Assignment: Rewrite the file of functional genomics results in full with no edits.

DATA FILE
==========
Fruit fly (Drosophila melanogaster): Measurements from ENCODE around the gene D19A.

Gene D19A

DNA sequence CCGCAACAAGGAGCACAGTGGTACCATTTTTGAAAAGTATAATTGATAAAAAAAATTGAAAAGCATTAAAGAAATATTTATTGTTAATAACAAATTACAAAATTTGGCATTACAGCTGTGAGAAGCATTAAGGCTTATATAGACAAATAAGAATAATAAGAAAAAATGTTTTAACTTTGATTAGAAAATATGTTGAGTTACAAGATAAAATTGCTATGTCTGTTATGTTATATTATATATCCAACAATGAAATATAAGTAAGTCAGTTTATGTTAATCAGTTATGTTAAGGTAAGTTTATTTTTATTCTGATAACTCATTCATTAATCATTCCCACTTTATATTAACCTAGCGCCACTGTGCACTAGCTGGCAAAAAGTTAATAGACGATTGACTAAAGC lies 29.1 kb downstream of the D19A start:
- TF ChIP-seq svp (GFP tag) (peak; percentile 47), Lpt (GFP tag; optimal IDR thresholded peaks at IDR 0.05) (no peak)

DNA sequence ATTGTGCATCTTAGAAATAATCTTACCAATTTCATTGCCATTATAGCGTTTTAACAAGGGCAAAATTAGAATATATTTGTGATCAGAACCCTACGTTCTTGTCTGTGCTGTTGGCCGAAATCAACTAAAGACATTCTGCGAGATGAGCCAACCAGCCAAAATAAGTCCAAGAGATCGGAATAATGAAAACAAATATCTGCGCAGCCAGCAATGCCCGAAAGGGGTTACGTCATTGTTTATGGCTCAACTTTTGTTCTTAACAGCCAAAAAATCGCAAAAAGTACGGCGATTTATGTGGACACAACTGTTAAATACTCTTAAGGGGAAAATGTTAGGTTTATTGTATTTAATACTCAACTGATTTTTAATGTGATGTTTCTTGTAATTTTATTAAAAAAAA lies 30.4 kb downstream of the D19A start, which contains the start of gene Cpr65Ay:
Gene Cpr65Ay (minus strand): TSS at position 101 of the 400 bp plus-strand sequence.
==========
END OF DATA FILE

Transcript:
Fruit fly (Drosophila melanogaster): Measurements from ENCODE around the gene D19A.

Gene D19A

DNA sequence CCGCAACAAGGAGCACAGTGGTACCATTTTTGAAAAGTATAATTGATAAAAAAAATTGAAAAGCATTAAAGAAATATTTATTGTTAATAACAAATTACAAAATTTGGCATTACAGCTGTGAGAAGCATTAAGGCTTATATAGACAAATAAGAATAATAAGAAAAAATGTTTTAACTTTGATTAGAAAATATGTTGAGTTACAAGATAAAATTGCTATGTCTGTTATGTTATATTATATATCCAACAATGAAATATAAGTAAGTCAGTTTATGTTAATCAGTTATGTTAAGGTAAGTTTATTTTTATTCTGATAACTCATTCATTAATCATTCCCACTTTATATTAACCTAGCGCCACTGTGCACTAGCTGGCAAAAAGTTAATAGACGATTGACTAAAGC lies 29.1 kb downstream of the D19A start:
- TF ChIP-seq svp (GFP tag) (peak; percentile 47), Lpt (GFP tag; optimal IDR thresholded peaks at IDR 0.05) (no peak)

DNA sequence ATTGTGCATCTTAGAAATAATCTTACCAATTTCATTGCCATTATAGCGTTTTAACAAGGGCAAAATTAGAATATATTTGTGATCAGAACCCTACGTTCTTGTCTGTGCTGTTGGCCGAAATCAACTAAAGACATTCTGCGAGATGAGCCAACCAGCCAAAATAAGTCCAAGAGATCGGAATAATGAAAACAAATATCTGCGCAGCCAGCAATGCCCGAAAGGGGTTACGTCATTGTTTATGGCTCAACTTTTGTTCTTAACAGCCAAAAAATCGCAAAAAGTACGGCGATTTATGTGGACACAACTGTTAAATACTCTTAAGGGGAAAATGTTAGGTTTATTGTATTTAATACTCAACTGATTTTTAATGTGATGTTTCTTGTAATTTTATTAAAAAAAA lies 30.4 kb downstream of the D19A start, which contains the start of gene Cpr65Ay:
Gene Cpr65Ay (minus strand): TSS at position 101 of the 400 bp plus-strand sequence.